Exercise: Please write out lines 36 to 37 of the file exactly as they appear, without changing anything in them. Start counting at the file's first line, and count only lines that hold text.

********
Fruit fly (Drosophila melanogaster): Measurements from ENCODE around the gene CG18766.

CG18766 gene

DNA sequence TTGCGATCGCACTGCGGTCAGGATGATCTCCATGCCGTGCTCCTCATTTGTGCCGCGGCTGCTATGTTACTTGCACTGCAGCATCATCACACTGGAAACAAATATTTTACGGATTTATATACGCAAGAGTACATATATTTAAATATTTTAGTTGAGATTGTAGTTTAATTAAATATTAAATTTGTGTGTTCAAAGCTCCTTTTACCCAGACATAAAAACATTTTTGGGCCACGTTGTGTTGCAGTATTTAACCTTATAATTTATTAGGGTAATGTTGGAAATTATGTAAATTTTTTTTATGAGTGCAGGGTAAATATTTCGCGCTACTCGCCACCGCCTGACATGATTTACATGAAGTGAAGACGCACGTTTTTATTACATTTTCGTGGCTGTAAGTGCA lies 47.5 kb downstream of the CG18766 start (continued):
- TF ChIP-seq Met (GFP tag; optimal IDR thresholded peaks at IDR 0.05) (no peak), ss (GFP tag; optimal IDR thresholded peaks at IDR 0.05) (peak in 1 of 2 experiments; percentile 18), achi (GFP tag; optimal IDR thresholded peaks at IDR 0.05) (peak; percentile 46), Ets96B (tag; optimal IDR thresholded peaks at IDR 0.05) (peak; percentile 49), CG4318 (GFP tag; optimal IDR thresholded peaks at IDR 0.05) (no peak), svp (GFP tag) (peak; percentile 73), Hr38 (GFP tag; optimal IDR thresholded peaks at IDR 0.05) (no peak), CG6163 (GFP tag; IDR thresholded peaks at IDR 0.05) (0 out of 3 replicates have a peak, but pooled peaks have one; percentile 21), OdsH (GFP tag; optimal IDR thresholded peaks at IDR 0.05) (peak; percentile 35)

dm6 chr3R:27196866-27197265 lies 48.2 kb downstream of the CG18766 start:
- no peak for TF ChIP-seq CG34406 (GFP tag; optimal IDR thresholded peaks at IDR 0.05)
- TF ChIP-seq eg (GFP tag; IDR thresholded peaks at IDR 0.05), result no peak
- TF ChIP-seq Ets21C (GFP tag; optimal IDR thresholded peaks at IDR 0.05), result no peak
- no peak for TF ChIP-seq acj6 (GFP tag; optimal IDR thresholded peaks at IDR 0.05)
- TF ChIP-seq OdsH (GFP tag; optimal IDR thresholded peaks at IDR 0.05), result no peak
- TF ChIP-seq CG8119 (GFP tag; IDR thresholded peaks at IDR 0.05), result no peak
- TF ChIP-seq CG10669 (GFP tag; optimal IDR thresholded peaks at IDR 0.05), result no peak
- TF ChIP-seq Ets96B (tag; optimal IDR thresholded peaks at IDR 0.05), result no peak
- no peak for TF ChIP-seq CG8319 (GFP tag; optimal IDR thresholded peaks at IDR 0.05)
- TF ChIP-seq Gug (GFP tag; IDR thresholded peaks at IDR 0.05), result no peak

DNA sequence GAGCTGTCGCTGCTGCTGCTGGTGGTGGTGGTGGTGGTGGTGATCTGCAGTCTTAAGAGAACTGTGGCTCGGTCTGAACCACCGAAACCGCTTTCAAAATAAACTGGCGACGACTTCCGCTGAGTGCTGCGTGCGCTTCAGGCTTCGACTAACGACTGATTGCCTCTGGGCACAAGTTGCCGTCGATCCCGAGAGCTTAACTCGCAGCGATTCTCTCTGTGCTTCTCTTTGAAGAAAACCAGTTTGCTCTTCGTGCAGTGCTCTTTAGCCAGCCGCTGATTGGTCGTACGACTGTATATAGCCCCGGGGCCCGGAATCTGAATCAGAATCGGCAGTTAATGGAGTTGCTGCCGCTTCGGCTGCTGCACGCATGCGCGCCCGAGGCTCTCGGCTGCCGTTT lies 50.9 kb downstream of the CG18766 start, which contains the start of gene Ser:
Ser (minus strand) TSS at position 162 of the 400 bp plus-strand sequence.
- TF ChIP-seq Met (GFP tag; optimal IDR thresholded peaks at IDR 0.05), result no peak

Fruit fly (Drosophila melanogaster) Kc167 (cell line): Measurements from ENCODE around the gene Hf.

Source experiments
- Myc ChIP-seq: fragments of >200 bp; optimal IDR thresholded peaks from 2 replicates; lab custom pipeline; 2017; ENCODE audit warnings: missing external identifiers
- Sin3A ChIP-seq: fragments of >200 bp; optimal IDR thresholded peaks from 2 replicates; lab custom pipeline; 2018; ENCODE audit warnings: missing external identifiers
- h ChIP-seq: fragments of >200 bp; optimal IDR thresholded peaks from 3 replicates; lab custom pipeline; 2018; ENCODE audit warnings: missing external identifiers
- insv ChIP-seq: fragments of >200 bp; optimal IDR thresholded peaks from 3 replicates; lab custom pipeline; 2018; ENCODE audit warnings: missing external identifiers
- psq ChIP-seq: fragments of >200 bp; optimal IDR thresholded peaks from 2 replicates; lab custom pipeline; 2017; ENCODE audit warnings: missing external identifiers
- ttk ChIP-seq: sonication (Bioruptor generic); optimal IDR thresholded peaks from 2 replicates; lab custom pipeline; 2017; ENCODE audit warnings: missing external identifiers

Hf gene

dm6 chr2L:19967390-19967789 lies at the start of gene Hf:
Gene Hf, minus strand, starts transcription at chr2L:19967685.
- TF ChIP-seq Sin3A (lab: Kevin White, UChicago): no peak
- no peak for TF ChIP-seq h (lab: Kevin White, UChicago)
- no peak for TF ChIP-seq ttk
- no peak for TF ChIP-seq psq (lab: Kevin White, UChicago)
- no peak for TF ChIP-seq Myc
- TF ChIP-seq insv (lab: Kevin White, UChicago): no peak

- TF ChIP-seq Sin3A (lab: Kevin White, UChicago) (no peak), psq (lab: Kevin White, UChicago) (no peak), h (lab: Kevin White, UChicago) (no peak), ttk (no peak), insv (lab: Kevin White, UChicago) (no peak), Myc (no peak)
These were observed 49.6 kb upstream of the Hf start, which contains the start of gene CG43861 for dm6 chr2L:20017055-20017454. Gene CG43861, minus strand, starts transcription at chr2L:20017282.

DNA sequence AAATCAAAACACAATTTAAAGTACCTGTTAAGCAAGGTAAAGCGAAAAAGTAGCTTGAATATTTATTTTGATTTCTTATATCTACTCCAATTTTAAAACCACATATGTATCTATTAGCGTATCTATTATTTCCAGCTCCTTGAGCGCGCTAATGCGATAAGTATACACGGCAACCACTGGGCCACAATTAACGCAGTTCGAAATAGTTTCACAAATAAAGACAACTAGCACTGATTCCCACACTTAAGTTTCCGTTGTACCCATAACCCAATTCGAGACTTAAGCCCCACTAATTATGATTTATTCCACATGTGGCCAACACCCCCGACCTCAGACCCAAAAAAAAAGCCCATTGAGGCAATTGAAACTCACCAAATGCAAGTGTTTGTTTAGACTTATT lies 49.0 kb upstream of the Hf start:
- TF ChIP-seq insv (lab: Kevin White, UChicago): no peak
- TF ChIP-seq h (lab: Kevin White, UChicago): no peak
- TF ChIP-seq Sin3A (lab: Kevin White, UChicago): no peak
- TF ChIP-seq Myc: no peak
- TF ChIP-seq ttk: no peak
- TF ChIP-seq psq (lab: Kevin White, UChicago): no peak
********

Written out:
- TF ChIP-seq Sin3A (lab: Kevin White, UChicago) (no peak), psq (lab: Kevin White, UChicago) (no peak), h (lab: Kevin White, UChicago) (no peak), ttk (no peak), insv (lab: Kevin White, UChicago) (no peak), Myc (no peak)
These were observed 49.6 kb upstream of the Hf start, which contains the start of gene CG43861 for dm6 chr2L:20017055-20017454. Gene CG43861, minus strand, starts transcription at chr2L:20017282.